7. Short answer yes, long answer no. Don't forget with 12-lead machines, when its put into '12 lead mode' to actually acquire a 12-lead, the frequency response changes in the machine so it picks up more, where as with normal 3/4 lead, it cuts alot of stuff out. Due to this, your MCL (which I have used before 12 leads were standard) will provide you with more info than a 3 lead would, but it won't be as clear and diagnostic. Jacob
  8. Hmm, not to sound too condescending or anything, but first off, you're a paramedic and you gave PO sugar instead of IV? Why no D50? Secondly, my service would freak if I started using supplies (especially ones that I bought myself) to give to patients instead of using what they supplied, doesn't sound like a good plan to moi. Jacob
  9. Hello all, Thanks for your replies. It's reassuring to me that you all said you'd do what I essentially did. Essentially all I let him do was prepare equipment for me (for intubation and IV cannulation) and then CPR during transport. I believe by bringing him along instead of a firefighter, that it will allow the family to have better coping skills, as he'll be able to confirm everything went smoothly and as best as it could have. Thanks again. J
  10. Alright, I just ran into a unique situation which I've never encountered before so I'd like some ideas or thoughts about what you guys would do with this. Perhaps it should be in the scenario section, so feel free to move. Anyways, I just finished working a cardiac arrest. Nothing surprising or atypical about the call except for the fact there was another ALS medic on scene whom I know personally, but he was off duty. He was there because the patient is his wifes mother (so his mother-in-law). He offered to help and wanted to be involved with the care, and since I was the only ALS medic around and could have used the help, I was torn between what to do. I won't mention what occured just yet, but I want to see how others would have handled this. What would you do in this situation? Jacob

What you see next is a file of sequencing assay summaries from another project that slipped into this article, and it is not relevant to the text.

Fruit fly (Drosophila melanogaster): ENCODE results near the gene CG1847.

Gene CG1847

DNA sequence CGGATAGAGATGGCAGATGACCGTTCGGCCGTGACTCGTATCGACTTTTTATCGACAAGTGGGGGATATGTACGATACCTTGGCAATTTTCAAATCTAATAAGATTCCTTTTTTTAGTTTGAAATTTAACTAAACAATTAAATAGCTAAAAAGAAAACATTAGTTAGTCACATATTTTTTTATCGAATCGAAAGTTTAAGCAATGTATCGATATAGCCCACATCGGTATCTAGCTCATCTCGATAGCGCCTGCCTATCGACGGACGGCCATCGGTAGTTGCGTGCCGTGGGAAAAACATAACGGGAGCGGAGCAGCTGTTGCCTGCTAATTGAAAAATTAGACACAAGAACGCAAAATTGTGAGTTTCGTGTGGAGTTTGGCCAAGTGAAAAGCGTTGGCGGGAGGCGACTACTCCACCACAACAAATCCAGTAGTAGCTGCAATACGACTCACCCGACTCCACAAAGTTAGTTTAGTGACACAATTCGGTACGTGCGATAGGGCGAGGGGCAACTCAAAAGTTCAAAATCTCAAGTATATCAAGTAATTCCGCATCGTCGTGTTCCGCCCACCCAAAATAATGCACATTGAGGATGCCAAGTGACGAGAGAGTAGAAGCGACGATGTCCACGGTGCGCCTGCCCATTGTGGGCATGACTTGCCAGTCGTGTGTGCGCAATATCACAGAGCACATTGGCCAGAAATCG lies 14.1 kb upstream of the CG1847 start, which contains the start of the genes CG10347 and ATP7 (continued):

11. Ahhh! I'm not going to comment on what you 'should' be doing, cuz what you 'should' be doing and what you probably do are two different things But! Some little insight because I love technicalities ... -PCP students ONLY complete preceptorship -ACP students complete preceptorship as well, however some services require consolidation The difference is, preceptorship you are third man on, being supervised and not paid. With consolidation, you are paired with another ACP, and are being paid, but it's kind of like a probation. Essentially, same thing as being precepted as you attend every call (but can drive to scene), except you lose the safety net of your partner when you begin transporting. Personally, I believe EVERY service should require consolidation for new ACPs, but whatever. And, browny points ... EVERY call you complete as a student, you should be filling out one of the special codes on the ACR (56 i think). Jacob
  12. Lithium

    I forgot!!!

    I'm going out on a limb here ... but dehydration with ensuing electrolyte disturbances. If I remember correctly, it's either hypokalemia or hypophosphatemia, either way, both would be able to account for the neuro deficits. That, and I would be thinking along the lines as the others in terms of your major neuro problems, but JPINFV has a good thought about the polioencephalitis. :?:
  13. Well Entonox does come in a compressed gas cylinder. It needs to be mixed with oxygen, otherwise ... well if you give it to them straight, they're not receiving any O2.
  14. Most likely it was Entonox (Nitrous Oxide). It's quite common for pain relief, and even certain provinces (BC and AB that I know of) use it on their ambulances. I'll still stick to the standard of morphine and fentanyl tho thanks!